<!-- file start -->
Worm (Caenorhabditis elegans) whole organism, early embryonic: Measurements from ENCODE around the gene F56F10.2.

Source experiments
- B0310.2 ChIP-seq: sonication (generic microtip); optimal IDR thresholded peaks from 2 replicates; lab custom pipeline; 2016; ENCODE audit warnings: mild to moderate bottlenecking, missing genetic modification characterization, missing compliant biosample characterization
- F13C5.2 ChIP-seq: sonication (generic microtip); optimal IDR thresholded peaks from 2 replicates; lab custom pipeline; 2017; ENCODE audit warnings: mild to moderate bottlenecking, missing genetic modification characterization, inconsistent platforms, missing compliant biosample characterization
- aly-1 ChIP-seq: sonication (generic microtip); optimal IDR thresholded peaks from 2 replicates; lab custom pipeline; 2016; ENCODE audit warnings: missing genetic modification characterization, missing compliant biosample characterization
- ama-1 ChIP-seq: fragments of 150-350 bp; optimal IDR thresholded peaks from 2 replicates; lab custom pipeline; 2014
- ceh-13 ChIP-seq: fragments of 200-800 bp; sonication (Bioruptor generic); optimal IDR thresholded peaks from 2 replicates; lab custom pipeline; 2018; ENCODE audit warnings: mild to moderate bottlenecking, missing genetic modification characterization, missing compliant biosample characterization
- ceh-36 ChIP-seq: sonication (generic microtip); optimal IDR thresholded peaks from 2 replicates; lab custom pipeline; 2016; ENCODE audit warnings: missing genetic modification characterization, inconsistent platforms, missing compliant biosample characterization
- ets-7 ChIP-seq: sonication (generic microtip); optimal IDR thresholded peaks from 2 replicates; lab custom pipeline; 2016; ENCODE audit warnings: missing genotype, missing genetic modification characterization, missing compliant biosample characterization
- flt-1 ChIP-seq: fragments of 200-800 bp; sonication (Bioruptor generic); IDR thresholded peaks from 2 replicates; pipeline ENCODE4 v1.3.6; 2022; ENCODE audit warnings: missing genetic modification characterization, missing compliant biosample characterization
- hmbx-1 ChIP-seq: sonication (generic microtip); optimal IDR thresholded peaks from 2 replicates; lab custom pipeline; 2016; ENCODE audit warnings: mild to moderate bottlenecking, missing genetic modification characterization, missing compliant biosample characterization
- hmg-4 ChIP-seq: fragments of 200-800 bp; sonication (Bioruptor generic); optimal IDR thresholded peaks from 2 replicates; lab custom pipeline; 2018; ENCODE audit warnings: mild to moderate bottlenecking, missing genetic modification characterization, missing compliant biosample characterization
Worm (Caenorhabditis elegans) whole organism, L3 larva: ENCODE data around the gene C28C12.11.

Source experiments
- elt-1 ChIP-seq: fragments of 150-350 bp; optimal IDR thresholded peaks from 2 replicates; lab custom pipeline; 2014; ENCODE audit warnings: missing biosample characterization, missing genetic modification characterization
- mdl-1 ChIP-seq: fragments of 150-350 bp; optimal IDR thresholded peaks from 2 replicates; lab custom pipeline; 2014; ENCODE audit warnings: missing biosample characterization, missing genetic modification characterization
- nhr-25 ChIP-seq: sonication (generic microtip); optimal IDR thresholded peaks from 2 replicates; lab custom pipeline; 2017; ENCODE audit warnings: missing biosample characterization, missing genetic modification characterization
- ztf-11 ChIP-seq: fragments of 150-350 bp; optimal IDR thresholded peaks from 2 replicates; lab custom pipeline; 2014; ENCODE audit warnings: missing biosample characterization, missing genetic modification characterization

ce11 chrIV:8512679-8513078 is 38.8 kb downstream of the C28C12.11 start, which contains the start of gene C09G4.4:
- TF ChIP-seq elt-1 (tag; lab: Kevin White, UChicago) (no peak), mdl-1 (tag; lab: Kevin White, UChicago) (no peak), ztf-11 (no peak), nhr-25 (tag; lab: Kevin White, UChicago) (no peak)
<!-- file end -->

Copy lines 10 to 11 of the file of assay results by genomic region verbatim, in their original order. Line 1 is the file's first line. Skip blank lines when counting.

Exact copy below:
- flt-1 ChIP-seq: fragments of 200-800 bp; sonication (Bioruptor generic); IDR thresholded peaks from 2 replicates; pipeline ENCODE4 v1.3.6; 2022; ENCODE audit warnings: missing genetic modification characterization, missing compliant biosample characterization
- hmbx-1 ChIP-seq: sonication (generic microtip); optimal IDR thresholded peaks from 2 replicates; lab custom pipeline; 2016; ENCODE audit warnings: mild to moderate bottlenecking, missing genetic modification characterization, missing compliant biosample characterization